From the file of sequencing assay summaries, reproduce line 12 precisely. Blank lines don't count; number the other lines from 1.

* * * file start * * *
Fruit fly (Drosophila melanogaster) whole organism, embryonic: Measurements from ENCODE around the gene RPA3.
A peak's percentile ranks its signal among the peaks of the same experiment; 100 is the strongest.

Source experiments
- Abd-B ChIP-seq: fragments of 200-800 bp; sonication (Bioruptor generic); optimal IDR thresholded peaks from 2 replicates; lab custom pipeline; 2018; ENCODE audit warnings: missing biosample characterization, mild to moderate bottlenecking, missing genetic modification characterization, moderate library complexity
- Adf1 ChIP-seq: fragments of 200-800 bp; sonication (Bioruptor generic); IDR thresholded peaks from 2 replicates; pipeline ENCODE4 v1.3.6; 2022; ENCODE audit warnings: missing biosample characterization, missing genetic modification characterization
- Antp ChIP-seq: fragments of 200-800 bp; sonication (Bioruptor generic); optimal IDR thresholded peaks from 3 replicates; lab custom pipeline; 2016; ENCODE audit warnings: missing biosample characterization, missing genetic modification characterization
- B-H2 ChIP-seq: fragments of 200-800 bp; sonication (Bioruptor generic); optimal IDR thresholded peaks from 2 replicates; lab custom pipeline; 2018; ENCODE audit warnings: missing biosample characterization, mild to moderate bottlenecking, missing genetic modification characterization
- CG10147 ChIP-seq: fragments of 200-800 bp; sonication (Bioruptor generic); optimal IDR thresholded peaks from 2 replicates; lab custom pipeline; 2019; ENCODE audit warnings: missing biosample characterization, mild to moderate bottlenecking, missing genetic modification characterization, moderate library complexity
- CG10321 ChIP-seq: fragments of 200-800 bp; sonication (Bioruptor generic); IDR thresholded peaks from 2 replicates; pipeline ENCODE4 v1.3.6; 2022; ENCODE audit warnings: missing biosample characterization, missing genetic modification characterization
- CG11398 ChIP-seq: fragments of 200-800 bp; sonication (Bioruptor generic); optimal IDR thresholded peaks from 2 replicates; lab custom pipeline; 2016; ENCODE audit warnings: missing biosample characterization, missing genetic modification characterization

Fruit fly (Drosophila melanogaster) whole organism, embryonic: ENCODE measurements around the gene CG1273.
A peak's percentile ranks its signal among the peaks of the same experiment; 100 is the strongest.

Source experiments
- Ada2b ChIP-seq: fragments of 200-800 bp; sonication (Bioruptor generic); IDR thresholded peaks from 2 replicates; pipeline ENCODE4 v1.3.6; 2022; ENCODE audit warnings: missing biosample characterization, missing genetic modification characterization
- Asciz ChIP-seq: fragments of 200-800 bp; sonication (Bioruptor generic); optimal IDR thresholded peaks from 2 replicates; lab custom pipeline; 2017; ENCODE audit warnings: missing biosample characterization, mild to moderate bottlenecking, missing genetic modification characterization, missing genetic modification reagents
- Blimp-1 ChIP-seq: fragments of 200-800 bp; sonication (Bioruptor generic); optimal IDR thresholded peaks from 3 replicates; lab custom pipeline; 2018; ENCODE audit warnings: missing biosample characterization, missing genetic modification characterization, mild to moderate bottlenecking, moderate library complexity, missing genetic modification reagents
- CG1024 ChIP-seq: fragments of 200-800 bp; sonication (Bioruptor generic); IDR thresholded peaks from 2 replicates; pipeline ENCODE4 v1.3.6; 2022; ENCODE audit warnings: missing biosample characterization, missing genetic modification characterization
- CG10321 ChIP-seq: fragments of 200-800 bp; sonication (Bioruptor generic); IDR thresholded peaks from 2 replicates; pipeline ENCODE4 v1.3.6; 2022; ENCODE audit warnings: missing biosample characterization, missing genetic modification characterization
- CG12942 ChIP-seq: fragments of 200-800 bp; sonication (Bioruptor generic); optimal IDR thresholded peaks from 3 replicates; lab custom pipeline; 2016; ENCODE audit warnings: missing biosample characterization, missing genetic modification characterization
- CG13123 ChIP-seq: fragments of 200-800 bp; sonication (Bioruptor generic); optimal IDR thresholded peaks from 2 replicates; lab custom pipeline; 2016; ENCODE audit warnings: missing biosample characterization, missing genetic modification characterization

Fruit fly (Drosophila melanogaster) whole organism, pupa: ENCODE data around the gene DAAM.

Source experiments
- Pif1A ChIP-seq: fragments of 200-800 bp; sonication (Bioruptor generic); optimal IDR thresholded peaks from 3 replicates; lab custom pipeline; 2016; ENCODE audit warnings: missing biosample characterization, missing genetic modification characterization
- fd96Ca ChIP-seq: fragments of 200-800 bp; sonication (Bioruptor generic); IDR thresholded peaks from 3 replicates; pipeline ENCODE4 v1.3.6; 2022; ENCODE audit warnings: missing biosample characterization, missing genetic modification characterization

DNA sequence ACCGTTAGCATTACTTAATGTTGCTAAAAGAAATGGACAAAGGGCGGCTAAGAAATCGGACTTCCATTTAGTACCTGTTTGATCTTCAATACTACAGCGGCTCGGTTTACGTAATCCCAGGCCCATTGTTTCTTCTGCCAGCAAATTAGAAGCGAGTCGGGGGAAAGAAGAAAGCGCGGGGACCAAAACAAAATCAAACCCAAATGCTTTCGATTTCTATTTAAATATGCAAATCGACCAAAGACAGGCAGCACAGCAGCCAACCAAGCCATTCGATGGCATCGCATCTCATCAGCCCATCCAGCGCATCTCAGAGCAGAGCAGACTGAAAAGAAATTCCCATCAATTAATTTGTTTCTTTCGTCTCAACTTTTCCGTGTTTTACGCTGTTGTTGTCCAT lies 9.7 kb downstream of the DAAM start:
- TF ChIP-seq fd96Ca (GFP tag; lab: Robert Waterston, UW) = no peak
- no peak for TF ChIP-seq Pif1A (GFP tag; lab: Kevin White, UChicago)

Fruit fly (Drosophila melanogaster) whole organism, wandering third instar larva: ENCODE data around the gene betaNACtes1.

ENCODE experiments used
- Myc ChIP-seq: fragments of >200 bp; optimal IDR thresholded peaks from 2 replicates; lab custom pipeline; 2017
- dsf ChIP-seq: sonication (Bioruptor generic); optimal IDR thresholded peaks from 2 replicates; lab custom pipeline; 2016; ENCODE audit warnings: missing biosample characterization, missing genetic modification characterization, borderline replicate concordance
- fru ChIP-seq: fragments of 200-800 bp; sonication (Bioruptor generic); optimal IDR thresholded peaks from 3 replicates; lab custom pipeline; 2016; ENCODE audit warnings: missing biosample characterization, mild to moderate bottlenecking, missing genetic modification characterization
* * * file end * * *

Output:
A peak's percentile ranks its signal among the peaks of the same experiment; 100 is the strongest.